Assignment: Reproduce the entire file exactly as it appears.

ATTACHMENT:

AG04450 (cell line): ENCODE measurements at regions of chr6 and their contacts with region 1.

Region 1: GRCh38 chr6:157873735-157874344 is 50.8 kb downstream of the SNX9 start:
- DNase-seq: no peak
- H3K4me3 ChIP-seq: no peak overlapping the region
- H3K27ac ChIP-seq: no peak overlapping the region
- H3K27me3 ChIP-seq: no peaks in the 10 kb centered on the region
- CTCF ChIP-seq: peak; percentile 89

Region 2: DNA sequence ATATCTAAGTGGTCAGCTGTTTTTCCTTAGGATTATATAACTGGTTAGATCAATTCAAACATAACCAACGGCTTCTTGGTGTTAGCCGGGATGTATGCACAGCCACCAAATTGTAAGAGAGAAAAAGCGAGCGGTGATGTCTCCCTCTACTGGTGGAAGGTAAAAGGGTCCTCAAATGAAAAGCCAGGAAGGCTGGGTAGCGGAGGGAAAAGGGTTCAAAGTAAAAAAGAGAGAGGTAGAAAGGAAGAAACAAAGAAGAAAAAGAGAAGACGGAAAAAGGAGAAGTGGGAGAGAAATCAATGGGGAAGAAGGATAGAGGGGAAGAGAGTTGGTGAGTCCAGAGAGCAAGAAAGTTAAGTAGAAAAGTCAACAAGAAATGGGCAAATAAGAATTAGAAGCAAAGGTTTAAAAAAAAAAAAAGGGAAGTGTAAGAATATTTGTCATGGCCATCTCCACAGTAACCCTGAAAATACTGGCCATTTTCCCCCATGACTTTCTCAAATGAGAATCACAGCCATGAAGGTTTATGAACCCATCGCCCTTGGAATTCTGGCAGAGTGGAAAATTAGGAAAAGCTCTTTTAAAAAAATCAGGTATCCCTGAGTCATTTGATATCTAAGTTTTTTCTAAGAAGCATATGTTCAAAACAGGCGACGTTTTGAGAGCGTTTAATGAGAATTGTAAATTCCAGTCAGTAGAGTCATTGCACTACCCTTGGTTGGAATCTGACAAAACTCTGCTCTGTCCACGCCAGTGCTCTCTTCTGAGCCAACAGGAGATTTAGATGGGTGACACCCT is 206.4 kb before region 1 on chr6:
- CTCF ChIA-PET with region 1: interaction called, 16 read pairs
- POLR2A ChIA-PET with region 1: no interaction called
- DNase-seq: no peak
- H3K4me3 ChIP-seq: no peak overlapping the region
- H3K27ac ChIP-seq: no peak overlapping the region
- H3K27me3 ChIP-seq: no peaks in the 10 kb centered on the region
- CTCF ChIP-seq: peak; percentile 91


AG04450 (cell line): ENCODE measurements at regions of chr6 and their contacts with region 1.

Region 1: GRCh38 chr6:157873735-157874344 is 50.8 kb downstream of the SNX9 start:
- DNase-seq: no peak
- H3K4me3 ChIP-seq: no peak overlapping the region
- H3K27ac ChIP-seq: no peak overlapping the region
- H3K27me3 ChIP-seq: no peaks in the 10 kb centered on the region
- CTCF ChIP-seq: peak; percentile 89

Region 2: DNA sequence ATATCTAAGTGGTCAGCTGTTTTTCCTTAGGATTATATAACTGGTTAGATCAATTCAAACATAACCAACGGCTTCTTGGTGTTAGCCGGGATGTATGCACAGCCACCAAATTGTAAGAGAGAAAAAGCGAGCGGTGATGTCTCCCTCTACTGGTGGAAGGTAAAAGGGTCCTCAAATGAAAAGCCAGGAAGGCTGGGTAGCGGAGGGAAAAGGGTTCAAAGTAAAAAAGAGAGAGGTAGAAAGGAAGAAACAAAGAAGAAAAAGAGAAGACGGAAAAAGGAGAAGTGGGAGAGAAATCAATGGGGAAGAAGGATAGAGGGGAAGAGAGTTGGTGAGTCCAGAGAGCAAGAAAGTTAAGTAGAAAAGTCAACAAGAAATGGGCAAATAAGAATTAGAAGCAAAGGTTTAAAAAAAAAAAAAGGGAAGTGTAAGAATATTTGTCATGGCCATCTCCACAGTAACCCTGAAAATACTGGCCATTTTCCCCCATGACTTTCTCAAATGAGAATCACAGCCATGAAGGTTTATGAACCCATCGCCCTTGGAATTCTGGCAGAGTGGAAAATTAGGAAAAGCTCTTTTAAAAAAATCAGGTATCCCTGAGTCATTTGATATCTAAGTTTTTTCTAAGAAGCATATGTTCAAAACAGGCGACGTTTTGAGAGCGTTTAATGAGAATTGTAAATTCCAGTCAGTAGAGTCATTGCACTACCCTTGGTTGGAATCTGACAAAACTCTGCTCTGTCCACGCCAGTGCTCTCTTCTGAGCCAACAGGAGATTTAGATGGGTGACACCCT is 206.4 kb before region 1 on chr6:
- CTCF ChIA-PET with region 1: interaction called, 16 read pairs
- POLR2A ChIA-PET with region 1: no interaction called
- DNase-seq: no peak
- H3K4me3 ChIP-seq: no peak overlapping the region
- H3K27ac ChIP-seq: no peak overlapping the region
- H3K27me3 ChIP-seq: no peaks in the 10 kb centered on the region
- CTCF ChIP-seq: peak; percentile 91